...devotees will consider this essential listening...
Alexander Kindness 2006-11-03
With Ware's background in the 70's New York loft scene and as a Cecil Taylor sideman, some listeners might be put off from viewing one of today's most distinctive tenor voices as a 'far-out' player. Will this album, with its emphasis on ballads, do anything to entice such an audience towards his music?
Well, this is not a CD of 'standards' as such; three of the seven tracks are original material, and "Angel Eyes" is what they call in international politics 'disputed territory'. In the liner notes it is credited inadvertently to Ware, but it sounds like some skeletal remnant of the song by Dennis and Brent, albeit with altered harmonies, making the chords sound even darker.
Ware's typical manner of stating a ballad theme is to play the tune as written, but between each phrase of this to insert harmonically relevant, expressionistic bursts of phrases. His soloing sometimes takes the form of an unaccompanied cadenza; on "Tenderly" he gives us two, and the first is probably his finest of the set, interspersing fragments of the melody with stream-of-consciousness, highly vocal playing.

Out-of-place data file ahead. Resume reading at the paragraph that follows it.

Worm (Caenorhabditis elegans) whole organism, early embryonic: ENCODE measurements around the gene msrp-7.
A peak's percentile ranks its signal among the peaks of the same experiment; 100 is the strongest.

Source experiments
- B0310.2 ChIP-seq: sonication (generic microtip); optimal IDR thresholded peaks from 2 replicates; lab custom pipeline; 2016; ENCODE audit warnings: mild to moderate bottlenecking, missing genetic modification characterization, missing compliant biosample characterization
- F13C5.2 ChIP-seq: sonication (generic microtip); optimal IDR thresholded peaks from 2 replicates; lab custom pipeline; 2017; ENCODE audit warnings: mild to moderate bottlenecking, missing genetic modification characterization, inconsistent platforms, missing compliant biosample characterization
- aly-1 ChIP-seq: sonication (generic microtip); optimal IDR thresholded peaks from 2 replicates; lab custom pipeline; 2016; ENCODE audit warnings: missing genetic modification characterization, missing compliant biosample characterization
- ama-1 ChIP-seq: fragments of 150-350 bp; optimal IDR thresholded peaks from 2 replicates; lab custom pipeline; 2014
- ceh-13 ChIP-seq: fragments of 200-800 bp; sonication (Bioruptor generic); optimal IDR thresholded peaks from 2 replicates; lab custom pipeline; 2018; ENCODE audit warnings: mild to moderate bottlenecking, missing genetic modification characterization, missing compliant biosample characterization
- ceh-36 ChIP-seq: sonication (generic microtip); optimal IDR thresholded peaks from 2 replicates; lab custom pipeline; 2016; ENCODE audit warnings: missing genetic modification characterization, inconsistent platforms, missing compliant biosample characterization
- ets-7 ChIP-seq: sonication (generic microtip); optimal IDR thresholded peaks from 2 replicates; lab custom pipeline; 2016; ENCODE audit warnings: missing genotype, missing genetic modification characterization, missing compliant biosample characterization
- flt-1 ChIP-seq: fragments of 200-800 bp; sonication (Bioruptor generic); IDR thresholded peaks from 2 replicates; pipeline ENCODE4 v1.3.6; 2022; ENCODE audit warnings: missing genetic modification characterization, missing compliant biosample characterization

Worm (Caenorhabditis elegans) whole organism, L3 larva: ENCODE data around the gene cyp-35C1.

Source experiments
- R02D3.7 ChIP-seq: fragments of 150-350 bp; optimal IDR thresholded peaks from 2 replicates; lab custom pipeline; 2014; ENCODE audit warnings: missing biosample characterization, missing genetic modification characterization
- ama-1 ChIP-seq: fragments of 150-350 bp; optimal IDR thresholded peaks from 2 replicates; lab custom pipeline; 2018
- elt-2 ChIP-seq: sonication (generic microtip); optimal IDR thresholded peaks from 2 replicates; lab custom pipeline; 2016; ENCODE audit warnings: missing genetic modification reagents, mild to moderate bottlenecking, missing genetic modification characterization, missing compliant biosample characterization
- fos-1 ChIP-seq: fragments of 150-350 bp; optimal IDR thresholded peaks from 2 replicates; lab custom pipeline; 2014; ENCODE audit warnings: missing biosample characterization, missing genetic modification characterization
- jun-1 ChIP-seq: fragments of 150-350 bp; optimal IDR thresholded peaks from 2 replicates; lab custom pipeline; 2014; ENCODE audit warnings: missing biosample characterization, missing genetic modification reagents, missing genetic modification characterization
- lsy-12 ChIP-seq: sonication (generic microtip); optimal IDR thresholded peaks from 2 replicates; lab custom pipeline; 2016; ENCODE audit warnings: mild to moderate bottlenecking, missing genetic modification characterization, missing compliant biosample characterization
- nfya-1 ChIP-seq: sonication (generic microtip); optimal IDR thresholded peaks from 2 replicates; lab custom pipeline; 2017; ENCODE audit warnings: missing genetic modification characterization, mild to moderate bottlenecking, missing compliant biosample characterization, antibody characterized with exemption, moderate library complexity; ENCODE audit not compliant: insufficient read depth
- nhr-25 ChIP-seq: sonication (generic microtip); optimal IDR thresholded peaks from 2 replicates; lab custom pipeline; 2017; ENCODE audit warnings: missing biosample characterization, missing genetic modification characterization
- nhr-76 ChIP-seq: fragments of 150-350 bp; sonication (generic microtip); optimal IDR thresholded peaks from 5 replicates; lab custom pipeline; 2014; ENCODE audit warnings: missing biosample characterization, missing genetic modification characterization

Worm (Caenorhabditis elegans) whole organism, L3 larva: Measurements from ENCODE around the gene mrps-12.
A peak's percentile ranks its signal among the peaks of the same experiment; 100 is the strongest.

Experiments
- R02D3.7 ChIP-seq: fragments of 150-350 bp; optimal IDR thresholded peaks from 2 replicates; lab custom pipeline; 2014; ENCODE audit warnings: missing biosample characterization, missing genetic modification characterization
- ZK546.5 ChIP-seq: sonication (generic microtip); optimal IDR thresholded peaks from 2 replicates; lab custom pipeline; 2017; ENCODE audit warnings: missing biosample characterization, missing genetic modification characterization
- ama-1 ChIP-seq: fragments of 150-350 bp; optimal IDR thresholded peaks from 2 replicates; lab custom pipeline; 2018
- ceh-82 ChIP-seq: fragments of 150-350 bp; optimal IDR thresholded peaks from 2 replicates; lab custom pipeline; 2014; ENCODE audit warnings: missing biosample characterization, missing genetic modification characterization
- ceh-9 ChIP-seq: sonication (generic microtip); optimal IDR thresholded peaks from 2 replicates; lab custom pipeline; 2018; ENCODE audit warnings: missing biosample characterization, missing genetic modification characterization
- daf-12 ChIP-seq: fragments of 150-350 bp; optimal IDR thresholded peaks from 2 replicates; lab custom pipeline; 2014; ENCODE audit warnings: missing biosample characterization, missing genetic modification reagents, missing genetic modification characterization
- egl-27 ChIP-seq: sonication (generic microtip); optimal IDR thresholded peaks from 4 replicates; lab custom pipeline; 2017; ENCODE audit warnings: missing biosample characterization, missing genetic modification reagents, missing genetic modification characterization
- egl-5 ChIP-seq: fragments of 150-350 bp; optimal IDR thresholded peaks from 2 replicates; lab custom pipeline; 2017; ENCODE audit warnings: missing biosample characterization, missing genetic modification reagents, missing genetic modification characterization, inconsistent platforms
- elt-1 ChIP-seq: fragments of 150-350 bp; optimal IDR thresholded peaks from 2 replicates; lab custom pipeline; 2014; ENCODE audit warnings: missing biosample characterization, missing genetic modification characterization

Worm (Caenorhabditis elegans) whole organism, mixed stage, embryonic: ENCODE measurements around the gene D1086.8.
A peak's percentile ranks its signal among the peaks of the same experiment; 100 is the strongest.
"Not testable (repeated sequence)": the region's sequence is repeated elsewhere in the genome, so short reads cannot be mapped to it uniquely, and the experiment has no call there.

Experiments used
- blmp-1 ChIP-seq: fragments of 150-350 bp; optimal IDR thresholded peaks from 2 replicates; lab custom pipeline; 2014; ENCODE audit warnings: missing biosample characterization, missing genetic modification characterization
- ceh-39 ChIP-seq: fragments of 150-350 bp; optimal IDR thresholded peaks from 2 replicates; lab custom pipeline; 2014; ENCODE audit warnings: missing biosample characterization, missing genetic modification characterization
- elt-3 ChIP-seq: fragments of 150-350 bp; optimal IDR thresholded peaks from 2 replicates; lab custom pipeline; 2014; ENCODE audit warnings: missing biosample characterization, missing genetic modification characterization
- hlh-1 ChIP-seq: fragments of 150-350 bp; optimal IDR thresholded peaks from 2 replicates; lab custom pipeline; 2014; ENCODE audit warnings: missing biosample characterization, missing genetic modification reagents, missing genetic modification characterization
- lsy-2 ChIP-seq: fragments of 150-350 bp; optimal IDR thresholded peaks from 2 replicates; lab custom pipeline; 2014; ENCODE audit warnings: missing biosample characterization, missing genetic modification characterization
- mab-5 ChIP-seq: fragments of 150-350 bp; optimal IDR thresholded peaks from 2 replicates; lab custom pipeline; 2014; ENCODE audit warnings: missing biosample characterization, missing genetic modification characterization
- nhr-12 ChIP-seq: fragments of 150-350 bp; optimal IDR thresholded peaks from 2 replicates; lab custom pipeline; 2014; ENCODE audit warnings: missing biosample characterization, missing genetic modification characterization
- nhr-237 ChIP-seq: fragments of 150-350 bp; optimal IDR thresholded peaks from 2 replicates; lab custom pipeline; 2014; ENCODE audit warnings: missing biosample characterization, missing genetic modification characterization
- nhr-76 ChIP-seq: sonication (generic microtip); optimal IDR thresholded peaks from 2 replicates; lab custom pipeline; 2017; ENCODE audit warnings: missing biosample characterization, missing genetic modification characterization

His two long-term colleagues, Matthew Shipp on piano and William Parker on bass are joined by Guillermo E. Brown who had recently (this album dates from 1999) replaced Susie Ibarra on drums. Parker provides a rock-solid, metreless harmonic backdrop and solos only once, briefly. Sometimes, as on "Dao", a succession of solos is replaced by contrapuntal improvisation on tenor and piano.
"Autumn Leaves", where the quartet stay close to the original harmonies and improvise thematically, is probably the 'easy way' into this album, but it is not easy music on the whole. It's far more forbidding than, say, Coltrane's ballad-playing. Surrendered by the same quartet, or Ware's recent work with string ensemble might be a better introduction to his music, but devotees will consider this essential listening.